18. In essence, and somewhat as a summary benefit, I’m much better able to order my world from the inside-out rather than playing catchup from the outside in.
Gordon MacDonald, in his excellent book Ordering Your Private World (which I am re-reading for the sixth time since 2002), writes, "Those who brought their lives into discipline or . . . intentionality would, more than likely, go on to long-term lives of fruitfulness, and their best years would be in the last half of their lives when discipline and depth paid off. . . . The ordering of my private world is an inside-out matter, not an outside-in matter."
Wayne Muller writes, “The busier we are, the more important we seem to ourselves and, we imagine, to others. To be unavailable to our friends and family, to be unable to find time for the sunset (or even to know that the sun set at all), to whiz through our obligations without time for a single mindful breath, this has become the model of a successful life.”
And Dan Miller writes, “Henry Ford once said he didn’t want executives who had to work all the time. He insisted that those who were always in a flurry of activity at their desks were not being the most productive. He wanted people who could clear their desks, prop their feet up and dream some fresh dreams. His philosophy was that only he who has the luxury of time can originate a creative thought.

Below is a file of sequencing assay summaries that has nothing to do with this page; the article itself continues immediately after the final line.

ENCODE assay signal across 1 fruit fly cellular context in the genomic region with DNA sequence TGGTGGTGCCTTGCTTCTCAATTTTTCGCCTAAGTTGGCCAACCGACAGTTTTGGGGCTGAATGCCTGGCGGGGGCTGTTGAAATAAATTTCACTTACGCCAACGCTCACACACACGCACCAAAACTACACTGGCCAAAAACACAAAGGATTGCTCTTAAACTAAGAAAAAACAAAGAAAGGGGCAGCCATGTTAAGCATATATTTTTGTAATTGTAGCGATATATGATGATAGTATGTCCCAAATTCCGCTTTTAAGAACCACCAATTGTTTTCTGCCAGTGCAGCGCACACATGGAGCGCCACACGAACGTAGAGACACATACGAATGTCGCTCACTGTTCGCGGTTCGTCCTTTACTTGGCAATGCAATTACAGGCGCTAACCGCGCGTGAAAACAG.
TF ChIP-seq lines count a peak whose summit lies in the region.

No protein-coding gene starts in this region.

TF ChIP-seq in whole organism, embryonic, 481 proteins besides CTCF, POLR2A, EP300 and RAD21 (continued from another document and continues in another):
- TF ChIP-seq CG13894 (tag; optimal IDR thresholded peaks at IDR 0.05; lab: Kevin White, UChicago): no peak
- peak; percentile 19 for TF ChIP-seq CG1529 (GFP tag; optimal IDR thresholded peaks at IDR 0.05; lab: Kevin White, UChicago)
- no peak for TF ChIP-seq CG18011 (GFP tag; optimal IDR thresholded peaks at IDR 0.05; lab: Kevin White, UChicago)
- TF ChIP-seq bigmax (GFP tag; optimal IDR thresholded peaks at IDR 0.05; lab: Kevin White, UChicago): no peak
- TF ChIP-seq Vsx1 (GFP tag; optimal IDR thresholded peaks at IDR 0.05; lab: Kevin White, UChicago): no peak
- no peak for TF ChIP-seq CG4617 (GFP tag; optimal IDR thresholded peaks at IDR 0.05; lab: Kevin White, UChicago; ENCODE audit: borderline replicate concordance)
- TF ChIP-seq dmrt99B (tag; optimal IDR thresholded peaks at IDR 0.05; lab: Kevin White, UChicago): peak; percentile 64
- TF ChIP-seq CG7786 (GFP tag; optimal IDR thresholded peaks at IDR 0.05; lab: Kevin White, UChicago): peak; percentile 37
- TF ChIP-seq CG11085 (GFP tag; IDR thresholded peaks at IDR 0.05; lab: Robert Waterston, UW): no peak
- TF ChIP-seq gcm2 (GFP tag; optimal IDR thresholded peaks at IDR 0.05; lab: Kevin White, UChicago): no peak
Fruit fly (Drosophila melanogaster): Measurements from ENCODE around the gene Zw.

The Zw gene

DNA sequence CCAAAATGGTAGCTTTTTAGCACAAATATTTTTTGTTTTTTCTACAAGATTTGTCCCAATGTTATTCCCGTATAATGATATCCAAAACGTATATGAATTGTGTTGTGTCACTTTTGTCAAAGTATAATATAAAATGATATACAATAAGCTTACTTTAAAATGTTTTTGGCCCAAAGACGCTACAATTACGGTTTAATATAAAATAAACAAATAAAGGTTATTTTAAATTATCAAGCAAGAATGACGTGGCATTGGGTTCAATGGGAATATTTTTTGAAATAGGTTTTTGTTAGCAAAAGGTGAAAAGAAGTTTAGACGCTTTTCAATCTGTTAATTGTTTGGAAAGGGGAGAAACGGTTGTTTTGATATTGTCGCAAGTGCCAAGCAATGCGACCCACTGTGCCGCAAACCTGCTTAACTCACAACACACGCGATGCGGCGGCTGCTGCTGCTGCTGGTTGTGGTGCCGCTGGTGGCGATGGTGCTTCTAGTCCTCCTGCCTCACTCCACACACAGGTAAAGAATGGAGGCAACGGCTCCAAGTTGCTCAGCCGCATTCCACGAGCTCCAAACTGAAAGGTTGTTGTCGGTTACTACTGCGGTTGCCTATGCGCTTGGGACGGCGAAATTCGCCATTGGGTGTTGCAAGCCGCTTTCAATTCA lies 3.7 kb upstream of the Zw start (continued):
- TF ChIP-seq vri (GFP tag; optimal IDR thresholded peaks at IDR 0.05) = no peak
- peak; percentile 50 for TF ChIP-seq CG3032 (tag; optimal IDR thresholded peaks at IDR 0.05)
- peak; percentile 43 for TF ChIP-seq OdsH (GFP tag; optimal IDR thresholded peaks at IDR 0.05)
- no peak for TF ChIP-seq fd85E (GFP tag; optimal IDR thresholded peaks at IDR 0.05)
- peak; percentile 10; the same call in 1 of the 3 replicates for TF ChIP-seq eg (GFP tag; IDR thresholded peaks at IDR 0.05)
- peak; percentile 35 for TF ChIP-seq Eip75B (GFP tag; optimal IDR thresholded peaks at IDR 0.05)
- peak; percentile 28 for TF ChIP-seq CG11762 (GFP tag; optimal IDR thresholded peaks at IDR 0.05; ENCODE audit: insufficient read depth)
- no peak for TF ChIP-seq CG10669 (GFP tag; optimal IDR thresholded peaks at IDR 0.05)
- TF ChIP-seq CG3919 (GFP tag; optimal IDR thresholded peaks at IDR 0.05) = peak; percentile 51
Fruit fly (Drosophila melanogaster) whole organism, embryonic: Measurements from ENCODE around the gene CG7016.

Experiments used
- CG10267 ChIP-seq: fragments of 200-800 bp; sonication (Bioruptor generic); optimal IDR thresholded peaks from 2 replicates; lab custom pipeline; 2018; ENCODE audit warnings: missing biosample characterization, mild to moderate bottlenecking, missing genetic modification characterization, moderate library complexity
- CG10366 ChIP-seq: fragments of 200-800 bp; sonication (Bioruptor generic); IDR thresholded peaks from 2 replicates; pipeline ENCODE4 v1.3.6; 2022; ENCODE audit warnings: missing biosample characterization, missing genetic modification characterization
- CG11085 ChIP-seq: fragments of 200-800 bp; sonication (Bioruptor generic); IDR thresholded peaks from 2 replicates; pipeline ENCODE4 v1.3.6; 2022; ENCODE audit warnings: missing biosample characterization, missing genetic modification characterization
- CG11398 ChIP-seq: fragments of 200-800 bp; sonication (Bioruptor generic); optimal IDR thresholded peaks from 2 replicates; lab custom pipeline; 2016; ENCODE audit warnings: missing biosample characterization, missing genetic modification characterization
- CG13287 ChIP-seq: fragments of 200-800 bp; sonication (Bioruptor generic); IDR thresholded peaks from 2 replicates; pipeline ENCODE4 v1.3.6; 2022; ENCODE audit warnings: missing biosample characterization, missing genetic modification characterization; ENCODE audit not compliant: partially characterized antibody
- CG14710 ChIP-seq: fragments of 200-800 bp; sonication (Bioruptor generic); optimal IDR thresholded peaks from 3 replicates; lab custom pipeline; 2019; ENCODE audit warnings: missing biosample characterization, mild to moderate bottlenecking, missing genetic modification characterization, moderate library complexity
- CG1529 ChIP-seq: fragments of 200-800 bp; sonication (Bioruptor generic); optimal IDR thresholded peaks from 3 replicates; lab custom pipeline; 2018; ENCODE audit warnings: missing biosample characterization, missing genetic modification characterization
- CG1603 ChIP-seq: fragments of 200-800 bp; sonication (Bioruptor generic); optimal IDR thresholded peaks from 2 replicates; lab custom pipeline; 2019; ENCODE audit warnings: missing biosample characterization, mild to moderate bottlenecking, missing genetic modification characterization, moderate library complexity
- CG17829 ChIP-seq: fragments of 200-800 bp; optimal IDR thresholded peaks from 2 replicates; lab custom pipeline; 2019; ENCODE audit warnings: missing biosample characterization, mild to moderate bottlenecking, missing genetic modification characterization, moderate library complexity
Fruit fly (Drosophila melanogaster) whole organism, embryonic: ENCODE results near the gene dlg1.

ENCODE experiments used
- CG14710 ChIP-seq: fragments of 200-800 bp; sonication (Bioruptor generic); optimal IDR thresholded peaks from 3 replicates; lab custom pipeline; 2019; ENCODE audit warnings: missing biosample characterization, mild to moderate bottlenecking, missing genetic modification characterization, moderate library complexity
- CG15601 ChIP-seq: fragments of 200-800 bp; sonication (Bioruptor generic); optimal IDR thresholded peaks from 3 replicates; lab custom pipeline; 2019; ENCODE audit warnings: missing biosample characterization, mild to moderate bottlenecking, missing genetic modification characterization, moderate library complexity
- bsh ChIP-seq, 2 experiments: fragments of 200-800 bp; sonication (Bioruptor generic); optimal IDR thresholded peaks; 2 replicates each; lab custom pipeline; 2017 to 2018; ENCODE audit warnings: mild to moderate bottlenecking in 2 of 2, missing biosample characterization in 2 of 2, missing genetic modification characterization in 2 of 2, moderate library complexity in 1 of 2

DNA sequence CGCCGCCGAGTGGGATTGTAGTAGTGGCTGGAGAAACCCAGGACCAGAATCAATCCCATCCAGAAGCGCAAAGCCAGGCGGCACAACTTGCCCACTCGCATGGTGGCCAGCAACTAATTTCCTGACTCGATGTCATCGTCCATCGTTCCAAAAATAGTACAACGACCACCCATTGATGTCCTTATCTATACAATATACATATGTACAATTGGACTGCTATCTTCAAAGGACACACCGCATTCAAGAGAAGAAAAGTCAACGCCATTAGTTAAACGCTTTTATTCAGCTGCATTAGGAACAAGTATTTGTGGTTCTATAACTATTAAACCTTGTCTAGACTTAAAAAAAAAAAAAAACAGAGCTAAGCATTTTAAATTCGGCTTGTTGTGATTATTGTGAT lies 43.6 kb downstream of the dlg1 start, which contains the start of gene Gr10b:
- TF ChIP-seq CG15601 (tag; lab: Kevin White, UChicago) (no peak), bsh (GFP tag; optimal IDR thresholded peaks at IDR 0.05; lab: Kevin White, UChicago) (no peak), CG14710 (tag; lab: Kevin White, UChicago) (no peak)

Wow! When was the last time your boss told you to quit working and do more dreaming? Unfortunately, our culture glamorizes being under time pressure. Having too much to do with little time is a badge of ‘success.’ Or is it? . . .
Andrew Carnegie would go into an empty room for hours at a time – not allowing any interruptions – as he was ‘sitting for ideas.’ Thomas Edison would go down to the water’s edge each morning, throw out his line – with no bait – and then watch the bobber for an hour until he was ready to think for the day. . . .
If you are feeling stuck, your solution may not be in doing more, but in taking a break from the ‘busyness’ of life. Want to be more productive – try doing less. Go ‘sit’ somewhere for a while!”
Today's changing landscape presents multiple opportunities for those who will seize them.
Pictures used by permission from Pixabay.